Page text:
The Dutch government is focused on reducing nitrogen emissions to achieve environment-related goals.
Dutch farmers have been protesting against an emission control plan set forth by the government, which would reportedly lead to the closure of 30 percent of the country's cattle farms. Protestors have used tractors to block roads, bridges, and ports in several places. The protests have gained international attention, and misinformation has circulated on social media. One Twitter post alleges that the government is using a new policy relating to nitrogen oxide emissions to evict farmers from their lands to accommodate illegal migrants. Some users commented on the tweet that the move is part of a conspiracy by the elites to create food shortages under the instruction of the World Economic Forum. However, the claim is misleading.
The Netherlands is one of the world's largest agricultural producers. Following a court order, the Dutch government has set a target to reduce emissions of pollutants such as nitrogen oxide and ammonia by 50 percent by 2030. To achieve that level, farmers will have to cut their livestock herds by 30 percent and use less fertilizer. The high-density livestock of cows, pigs, chickens, and other animals in the Netherlands has caused a pollution crisis. The government has also clamped down on other sectors like construction and transport, which contribute to the emission of nitrogen oxides.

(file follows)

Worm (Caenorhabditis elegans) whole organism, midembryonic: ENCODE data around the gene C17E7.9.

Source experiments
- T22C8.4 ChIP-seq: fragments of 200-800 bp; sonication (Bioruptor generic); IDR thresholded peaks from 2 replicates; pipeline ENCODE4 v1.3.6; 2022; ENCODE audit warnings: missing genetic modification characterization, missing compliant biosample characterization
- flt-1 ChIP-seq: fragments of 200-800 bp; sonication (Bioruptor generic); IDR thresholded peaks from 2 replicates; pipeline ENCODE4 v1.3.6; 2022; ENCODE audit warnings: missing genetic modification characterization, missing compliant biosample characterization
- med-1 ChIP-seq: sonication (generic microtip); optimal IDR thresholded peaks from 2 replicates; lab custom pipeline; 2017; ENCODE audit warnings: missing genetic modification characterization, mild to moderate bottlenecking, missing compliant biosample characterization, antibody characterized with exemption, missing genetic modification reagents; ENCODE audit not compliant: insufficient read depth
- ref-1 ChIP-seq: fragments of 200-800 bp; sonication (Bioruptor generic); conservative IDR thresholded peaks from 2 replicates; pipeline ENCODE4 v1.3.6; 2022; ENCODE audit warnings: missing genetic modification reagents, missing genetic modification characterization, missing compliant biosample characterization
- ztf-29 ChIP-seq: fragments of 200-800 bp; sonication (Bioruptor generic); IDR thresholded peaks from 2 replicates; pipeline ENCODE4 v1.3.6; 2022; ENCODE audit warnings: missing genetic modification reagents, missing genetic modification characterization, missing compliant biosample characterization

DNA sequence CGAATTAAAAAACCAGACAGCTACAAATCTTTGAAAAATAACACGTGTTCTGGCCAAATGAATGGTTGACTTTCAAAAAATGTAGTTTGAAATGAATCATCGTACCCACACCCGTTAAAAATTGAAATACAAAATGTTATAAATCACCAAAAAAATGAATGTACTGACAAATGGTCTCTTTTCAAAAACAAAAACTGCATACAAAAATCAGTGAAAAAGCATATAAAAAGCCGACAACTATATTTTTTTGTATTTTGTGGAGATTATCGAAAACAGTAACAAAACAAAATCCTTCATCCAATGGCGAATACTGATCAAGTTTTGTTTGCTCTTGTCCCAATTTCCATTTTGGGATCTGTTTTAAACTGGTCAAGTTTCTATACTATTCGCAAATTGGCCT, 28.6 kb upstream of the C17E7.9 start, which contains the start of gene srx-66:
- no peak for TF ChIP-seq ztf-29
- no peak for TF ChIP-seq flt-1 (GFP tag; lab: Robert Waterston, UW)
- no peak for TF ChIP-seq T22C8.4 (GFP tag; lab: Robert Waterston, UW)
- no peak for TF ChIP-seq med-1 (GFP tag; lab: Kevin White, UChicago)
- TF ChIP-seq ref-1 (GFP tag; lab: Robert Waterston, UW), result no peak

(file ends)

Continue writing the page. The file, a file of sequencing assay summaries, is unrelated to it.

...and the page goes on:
In the past, the government took steps to reduce nitrogen oxide emissions with little effect, and stricter measures to tackle pollution have been enforced after the court rulings. The €25 billion plan announced by the Dutch government allows expropriation if the farmers are unwilling to sell. However, the plan does not state that such land will be used to accommodate immigrants.
The Dutch government's proposal is about cutting emissions of pollutants, mainly nitrogen oxide and ammonia, to comply with the EU regulations. It has published the map with reduction targets across the ecologically sensitive Natura 2000 region. We have marked the claim as misleading as there is no evidence that the government's proposal to buy livestock farms from farmers is connected to settling immigrants.